It is unusual for slime moulds to be this large, they are usually tiny, very slimy and not a mould. Having been banished from the fungi class in recent history for having very little relation to a fungi, they now have their very own kingdom, yet still perplex scientists as to where exactly they fit in. They come in many different colours – yellow, pink, white, green, brown, black – and have many different common names such as Tree Hair, Bubble Gum, Chocolate tubes, Wolf Milk , Dog Vomit and Caca de Luna (Moon Poo) which I’m informed is delicious when fried.

There are two main types of Slime Mold, the Plasmordial – basically one great big cell with many nuclei – and the Cellular – these spend most of their life as single celled amoeba but when food gets short a chemical signal is released and they come together to form “slugs”, with head part, body and tale, that go wondering off to find somewhere better.

At some point they then turn into fruiting bodies, with some of them being sacrificed in order to do this. Their life cycle intrigues scientists for the questions it raises about altruism.

A fairly recent Slime Mould discovery is that although they don’t have a brain, or anything even approaching, they do use a type of external memory. Hansel and Gretal style. Build a small maze in a petri dish, on one side of the maze put your Slime Mould, on the other put a delicious food supply. The Slime mould will work its way round the maze leaving behind a slime trail so it knows where it has been before and doesn’t return there.

Life Cycle of Slime Mold

Life-cycle of a Slime Mould

Whats more these things are all around, everyday, lurking in the corners of your life, in the garden, in the town, maybe in your house. So with their ability to exist as both single and multi-celluar organisms, their altruism,  being able to find their way through mazes, and most of all their ability to still completely baffle humans, slime moulds are fantastic!  (And are the future)

The Snake Amongst Rubbish.

Art work - Snake painting

Watercolour and Gouache on handmade paper, with bed springs and litter.

This beast has just successfully got to America, much to my relief. I could see the authorities objecting to rusting bed springs in a package arriving from across the continent, but it got there safely. It is one of my earliest experiments in embedding and painting on handmade paper. It is an incredibly lengthy process with a high possibility of it going wrong at any stage – the paper-making, the drying, the embedding, and when it comes to the image, well you can’t rub out on handmade paper! The error possibilities are enormous, quite crazy in fact, but it is very rewarding once finished. There is also the curious thing that because it’s created from recycled materials the materials and the making process play a role in how the final image turns out, almost tell their story by influencing my decisions as I make it.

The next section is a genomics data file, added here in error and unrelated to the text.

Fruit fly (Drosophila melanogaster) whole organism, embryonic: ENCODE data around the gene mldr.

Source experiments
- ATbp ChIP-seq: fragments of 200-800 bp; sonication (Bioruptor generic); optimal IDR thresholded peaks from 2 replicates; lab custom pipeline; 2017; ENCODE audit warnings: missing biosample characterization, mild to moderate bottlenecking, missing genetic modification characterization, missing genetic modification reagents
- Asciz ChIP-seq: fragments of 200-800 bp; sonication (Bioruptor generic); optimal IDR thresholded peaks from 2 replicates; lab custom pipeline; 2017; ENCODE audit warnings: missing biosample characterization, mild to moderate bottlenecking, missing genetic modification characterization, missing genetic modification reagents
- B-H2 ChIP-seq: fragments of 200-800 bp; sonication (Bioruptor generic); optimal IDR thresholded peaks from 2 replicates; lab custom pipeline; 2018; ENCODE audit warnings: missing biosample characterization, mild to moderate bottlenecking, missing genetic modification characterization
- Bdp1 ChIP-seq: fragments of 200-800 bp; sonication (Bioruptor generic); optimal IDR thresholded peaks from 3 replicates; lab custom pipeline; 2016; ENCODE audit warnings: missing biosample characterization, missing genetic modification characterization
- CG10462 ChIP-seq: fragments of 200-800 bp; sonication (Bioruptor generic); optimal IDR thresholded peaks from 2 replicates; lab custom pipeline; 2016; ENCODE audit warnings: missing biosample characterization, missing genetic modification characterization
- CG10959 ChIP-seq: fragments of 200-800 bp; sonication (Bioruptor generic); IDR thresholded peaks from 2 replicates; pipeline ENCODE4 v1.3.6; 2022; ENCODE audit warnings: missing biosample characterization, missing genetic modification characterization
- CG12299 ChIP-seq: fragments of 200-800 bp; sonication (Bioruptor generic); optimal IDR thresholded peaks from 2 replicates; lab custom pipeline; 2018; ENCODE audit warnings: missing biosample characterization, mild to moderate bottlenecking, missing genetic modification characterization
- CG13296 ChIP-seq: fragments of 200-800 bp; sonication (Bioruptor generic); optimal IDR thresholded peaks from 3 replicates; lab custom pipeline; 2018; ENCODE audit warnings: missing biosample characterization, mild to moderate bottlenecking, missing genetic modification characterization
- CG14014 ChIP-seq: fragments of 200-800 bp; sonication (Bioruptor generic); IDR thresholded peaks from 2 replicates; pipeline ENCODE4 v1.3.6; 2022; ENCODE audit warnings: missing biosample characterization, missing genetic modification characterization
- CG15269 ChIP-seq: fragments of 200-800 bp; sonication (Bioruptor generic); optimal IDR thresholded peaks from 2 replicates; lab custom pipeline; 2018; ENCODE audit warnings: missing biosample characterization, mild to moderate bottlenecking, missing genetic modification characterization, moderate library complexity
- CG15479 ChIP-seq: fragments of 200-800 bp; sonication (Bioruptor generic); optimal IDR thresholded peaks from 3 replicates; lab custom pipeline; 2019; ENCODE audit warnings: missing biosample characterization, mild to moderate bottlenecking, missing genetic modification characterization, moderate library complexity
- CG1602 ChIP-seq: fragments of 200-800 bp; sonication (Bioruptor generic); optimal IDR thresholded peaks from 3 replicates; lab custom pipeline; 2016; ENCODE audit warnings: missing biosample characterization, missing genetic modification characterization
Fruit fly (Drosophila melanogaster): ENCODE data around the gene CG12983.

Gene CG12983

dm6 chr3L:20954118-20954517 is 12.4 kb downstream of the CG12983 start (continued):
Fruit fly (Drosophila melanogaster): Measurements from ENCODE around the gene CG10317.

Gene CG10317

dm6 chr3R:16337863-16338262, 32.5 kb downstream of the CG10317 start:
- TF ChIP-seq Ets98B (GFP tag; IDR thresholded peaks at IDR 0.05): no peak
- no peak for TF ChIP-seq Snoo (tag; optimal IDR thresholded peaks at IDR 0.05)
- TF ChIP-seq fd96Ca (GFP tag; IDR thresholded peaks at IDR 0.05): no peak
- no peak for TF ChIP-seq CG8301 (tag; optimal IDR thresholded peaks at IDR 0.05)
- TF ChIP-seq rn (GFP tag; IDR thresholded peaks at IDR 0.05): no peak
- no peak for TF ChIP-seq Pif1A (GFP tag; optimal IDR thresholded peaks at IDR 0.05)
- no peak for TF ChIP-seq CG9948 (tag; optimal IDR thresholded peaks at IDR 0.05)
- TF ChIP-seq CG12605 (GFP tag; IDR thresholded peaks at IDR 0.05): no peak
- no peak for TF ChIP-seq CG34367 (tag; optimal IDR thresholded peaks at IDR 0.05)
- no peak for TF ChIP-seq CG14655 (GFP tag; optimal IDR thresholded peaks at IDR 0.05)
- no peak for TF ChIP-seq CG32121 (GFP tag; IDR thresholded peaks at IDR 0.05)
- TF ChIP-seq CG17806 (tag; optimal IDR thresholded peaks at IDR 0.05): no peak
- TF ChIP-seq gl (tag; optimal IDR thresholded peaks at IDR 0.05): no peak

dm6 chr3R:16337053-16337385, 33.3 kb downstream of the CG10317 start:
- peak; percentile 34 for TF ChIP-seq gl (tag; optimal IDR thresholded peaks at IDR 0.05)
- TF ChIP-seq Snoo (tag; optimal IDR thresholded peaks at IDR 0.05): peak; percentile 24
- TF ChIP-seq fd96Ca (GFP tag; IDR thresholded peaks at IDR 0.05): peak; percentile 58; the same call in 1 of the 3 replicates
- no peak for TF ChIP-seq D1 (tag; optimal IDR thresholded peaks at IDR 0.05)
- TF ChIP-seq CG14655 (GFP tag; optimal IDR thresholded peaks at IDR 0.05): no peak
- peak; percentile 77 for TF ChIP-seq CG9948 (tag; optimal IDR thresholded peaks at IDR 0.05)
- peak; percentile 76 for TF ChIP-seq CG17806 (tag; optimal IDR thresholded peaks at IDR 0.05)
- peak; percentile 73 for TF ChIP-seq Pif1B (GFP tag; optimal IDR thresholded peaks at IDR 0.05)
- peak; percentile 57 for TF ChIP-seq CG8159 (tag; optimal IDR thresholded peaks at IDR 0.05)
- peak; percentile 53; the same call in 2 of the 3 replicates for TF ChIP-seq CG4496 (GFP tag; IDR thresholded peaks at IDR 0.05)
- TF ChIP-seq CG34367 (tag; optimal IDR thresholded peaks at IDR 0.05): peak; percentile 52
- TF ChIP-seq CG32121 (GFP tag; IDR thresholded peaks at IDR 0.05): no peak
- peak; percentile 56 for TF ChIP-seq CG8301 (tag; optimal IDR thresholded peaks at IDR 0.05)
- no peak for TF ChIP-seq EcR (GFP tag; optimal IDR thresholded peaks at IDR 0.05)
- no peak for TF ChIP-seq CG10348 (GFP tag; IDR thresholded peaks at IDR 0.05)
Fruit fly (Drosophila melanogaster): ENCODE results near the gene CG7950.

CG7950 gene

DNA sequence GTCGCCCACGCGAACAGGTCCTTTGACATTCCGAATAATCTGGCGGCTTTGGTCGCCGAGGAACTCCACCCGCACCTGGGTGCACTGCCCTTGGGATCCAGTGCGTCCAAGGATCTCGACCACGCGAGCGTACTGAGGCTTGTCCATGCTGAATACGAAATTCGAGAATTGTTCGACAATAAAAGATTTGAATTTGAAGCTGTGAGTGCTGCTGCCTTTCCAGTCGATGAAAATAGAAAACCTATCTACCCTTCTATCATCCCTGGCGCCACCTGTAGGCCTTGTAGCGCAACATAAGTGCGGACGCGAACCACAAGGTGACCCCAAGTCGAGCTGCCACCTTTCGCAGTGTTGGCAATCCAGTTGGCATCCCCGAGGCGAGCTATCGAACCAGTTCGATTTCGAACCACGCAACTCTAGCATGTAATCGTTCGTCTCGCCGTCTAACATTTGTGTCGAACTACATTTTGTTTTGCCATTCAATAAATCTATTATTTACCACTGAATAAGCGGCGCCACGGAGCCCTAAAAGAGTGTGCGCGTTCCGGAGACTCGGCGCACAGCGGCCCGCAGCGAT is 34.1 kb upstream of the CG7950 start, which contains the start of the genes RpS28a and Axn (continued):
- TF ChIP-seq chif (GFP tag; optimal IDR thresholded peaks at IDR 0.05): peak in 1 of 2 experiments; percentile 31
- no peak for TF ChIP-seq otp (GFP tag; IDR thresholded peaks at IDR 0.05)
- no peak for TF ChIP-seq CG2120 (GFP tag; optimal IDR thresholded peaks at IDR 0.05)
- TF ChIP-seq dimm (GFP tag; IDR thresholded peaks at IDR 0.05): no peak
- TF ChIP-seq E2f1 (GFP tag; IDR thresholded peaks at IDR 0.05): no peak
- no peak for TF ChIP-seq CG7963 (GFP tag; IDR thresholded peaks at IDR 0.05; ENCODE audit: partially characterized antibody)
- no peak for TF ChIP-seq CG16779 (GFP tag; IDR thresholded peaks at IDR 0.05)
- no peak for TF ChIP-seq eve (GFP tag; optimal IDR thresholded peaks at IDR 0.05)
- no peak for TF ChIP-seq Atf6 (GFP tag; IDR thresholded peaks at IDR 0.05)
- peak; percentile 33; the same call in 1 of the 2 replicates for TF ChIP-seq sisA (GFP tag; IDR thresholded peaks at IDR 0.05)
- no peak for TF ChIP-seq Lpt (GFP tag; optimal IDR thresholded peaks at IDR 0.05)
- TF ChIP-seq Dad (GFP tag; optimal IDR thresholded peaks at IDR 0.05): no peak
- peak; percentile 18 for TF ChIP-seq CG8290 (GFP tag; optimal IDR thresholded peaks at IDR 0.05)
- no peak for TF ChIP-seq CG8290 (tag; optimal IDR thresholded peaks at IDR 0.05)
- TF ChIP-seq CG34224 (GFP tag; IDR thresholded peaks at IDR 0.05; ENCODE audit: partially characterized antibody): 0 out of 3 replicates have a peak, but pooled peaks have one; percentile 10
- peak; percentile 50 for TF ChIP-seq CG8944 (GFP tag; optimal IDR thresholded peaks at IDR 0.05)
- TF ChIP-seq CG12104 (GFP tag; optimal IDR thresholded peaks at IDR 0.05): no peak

I found the bed springs in my garden, when I was trying to build a pond. An entire mattress is buried under the ground, rotten away so that it is just a huge bunch of strings and wire. I thought I saw a snake slithering amongst the strings, but it was probably my eyes playing tricks on me again.

The snake is a fascinating animal. The word snake comes from the term “to creep”. The forked tongue smells as well as tastes, and is constantly in motion sampling particles from the air. Many snakes also have infrared-sensitive receptors to detect the heat given off by warm blooded creatures. Most impressive, from a visual point of view, is their  jointed skull and highly mobile jaw which enables them to eat prey far larger then their heads, and often live.

Dr. BoBo Chaplin’s Cabinet of Curiosities

481px-PhrenologyPixThese photographs are of the notable Cabinet of Curiosities belonging to charismatic phrenologist “Dr. BoBo” Chaplin (1792-1864?) born in Zion House, Twickenham, London.

Phrenology is a process that involved observing and feeling the skull to determine an individual’s psychological attributes. Dr. BoBo believed that the brain was made up of 27 individual organs that determined personality. He would run his fingertips and palms over the skulls of his patients to feel for enlargements or indentations. He would often take measurements with a tape measure of the overall head size and more rarely employ a craniometer, as displayed in the cabinet.
The contents of the cabinet were dispersed in 1968 after disagreements over its rightful ownership (Chaplin vs. Adams, June 1967). It is thought that many of the pieces were lost during this period. The relatively small collection of exhibits which remained in England are currently on display as part of the Library of Obscure Wonders at The Hundred Years Gallery until the 2nd March 2014.

Inside Dr.BoBo's cabinet

Inside Dr.BoBo’s cabinet

A photo of the insides of Dr BoBo's cabinet.

A photo of the insides of Dr BoBo’s cabinet.